Wednesday was Global Running Day. I usually love this day as it reminds me of how unifying and life changing running can be. However, this year, running (like so many other things) seems to have gone down a notch or two on the priority pole. There are more important things to pay attention to like black lives, like navigating the new normal of pandemic life, like black lives, like black lives, like black lives…
I runfess….I love SRTT/MRTT but there are some other great great women only running groups out there! I participated in the Mermaid 24 hour relay (check out my review here). I ended up doing 3 “fins” (aka “legs”) – one at midnight, then at 3AM and 3:30 AM (I was still up anyway). I only walked the latter two but it was cathartic to be part of something bigger.
I runfess….I didn’t hit the 100 mile goal for our SRTT/MRTT May Miles Challenge. I’ve been really lax about getting my runs/walks in despite signing up for the Peloton App (which is really fabulous, BTW, if you’re into high energy people encouraging and motivating you in an almost annoying “are you really that excited about working out? I’m pretty sure you are..now I have to work out” type of way). I thought I wasn’t going to make it then realized, I was really only 14 miles miles away from the 75 mile mark. So on the last day, I just went and ran 14 miles broken up over the course of the day. Not bad, but not good either! I’ve been hurting all week. Lesson to be learned – consistency is important!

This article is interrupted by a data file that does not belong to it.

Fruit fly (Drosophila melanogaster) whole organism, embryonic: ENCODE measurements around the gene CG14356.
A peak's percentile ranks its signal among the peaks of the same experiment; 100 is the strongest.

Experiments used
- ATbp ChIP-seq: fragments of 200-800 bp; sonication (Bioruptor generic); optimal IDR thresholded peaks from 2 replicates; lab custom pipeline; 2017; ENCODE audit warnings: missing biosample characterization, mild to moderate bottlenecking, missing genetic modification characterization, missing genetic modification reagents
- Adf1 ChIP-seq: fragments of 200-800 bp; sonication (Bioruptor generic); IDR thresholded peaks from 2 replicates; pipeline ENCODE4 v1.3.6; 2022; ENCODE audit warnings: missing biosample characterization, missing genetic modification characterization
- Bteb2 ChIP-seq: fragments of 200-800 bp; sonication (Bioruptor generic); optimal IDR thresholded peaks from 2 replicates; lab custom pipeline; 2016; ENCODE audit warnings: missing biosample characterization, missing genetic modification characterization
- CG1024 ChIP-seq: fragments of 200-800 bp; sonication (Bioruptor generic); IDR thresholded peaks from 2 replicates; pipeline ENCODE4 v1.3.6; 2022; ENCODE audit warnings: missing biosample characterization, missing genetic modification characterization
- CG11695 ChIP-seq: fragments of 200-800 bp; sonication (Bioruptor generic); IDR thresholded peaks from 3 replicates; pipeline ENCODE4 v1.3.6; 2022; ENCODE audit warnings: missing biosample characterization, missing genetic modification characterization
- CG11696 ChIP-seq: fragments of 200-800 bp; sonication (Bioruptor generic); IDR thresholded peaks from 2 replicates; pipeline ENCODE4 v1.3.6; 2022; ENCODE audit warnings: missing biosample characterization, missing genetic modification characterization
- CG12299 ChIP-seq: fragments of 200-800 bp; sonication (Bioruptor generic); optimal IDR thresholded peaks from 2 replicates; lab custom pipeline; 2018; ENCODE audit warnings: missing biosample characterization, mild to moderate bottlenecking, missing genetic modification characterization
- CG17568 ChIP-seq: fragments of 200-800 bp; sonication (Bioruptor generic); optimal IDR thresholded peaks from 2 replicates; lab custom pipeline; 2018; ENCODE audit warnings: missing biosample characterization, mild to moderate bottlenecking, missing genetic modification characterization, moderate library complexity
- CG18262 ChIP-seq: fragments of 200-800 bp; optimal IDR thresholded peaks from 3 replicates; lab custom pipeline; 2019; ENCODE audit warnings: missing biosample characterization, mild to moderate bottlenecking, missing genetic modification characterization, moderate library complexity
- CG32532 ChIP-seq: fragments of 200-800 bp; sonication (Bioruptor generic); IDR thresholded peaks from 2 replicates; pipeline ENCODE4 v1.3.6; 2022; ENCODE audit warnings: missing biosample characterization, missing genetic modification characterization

I runfess…I did the Run for Maud but it isn’t enough. I’ve been thinking about how else to support the current protests for racial equality. For me, it’s less about “bad cops” – my brother is cop and he is a good person and his other cop friends are all good people – and more about fixing the misunderstanding among cops regarding their role in society.
Do you remember “A Few Good Men”? Not the part with the famous line but the one that comes at the end – the one that really says, what the role is of the military and the police (in my opinion) – check it out here.
Police officers are sworn to protect the public trust and to hold themselves and others accountable. They, like other organizations, have a Code of Ethics that their members need to adhere to (see a fuller version here). Some police officers have already realized that there needs to be change.
But the larger picture is racial inequality and systemic racism that is inherent in our society. It’s the reason why white people are allowed to protest WITH GUNS to re-open the economy but black and brown people aren’t allowed to protest at all.
Running also isn’t devoid of racism as these articles can attest to – check out these articles from Runners’ World: here, here and here. Racism is horrendous in it’s insidiousness. That’s why the first step to being anti-racist is to notice the racism around us in all it’s forms. The second and harder step is deciding what YOU are going to do about it.
I don’t have the answers and I can’t begin to process while my heart is still hurting. But one thing that I have learned from running – the more you do it, the better you get at it. The more we are actively anti-racist, the better we will be. We just have to keep putting one foot in front of the other.
Thanks again to Marcia for headlining the monthly Runfession.
©️ 2020 iido